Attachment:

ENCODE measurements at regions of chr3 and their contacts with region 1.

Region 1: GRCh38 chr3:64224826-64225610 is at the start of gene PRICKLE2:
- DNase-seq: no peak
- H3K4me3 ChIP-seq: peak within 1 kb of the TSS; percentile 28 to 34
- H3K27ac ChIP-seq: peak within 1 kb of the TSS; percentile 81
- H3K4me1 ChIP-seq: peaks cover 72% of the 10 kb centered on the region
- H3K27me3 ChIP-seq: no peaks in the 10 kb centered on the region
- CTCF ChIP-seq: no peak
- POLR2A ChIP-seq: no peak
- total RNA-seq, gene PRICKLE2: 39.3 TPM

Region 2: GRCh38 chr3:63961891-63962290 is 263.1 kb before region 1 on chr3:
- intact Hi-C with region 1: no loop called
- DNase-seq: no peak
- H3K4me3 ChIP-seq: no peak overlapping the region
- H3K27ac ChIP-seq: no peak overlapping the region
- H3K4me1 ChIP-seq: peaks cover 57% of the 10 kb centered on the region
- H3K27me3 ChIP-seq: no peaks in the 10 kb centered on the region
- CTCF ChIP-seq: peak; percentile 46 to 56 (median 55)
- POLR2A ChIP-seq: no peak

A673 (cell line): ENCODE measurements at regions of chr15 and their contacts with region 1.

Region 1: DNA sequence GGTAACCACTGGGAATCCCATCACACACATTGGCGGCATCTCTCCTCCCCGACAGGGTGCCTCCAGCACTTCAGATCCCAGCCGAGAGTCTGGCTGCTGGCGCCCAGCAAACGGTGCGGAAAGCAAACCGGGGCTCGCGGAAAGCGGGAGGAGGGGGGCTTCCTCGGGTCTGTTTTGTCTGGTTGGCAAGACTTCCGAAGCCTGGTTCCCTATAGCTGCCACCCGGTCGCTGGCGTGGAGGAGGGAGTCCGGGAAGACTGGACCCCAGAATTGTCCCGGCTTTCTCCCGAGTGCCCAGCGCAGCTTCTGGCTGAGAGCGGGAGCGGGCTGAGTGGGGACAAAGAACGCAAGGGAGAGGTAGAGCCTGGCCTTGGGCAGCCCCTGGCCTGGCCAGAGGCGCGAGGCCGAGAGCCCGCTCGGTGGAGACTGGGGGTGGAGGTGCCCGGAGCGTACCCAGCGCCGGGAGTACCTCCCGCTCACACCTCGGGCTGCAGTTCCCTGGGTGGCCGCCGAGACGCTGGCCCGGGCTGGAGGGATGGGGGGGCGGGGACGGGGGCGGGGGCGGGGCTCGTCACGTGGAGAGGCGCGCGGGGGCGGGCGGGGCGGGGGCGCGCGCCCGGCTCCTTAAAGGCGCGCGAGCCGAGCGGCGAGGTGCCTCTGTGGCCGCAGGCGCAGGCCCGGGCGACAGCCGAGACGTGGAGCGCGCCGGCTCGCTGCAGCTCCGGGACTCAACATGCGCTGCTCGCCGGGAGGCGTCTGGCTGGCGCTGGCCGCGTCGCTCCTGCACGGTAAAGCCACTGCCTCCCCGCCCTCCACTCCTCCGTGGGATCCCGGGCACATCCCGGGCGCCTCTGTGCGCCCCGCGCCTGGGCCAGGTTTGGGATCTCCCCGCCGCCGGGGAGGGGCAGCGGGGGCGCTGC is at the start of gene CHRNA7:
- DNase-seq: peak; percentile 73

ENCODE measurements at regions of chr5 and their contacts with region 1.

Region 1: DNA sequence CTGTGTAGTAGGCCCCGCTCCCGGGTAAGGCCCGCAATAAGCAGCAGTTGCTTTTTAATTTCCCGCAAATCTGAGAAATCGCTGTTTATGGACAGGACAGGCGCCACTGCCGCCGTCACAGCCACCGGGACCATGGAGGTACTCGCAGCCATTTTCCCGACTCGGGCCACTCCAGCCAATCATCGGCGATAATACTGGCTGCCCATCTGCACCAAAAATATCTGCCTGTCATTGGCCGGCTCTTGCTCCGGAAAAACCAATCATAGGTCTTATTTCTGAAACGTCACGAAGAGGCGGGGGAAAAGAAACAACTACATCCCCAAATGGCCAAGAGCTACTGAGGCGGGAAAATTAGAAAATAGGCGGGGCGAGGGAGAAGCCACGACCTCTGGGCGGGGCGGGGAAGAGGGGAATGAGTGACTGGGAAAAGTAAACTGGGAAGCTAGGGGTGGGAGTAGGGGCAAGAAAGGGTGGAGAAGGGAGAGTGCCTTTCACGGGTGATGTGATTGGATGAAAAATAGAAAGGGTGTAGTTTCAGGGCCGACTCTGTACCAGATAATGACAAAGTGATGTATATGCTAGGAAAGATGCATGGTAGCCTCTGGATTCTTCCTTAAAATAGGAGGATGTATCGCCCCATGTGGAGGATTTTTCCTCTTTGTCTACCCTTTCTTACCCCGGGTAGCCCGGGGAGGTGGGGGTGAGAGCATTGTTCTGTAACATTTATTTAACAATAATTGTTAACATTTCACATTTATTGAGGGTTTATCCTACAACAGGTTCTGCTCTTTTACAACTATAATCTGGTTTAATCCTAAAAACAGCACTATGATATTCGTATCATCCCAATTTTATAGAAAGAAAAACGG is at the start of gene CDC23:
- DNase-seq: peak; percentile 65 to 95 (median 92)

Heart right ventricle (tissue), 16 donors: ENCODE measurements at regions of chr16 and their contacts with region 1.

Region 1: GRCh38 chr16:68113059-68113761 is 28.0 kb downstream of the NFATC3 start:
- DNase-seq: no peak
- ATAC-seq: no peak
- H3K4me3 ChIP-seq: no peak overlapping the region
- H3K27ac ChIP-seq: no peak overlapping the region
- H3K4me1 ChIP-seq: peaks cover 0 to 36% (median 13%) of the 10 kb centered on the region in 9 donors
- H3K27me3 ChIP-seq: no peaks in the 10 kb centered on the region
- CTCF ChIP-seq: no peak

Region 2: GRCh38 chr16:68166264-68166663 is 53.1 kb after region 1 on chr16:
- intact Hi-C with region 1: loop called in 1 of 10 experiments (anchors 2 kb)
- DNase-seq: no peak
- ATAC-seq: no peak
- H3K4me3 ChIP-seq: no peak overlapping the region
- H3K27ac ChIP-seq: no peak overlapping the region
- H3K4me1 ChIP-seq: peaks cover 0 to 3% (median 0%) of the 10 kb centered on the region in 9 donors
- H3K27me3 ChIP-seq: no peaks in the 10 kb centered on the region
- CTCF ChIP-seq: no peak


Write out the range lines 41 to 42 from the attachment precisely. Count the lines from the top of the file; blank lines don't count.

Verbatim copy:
- H3K4me1 ChIP-seq: peaks cover 0 to 3% (median 0%) of the 10 kb centered on the region in 9 donors
- H3K27me3 ChIP-seq: no peaks in the 10 kb centered on the region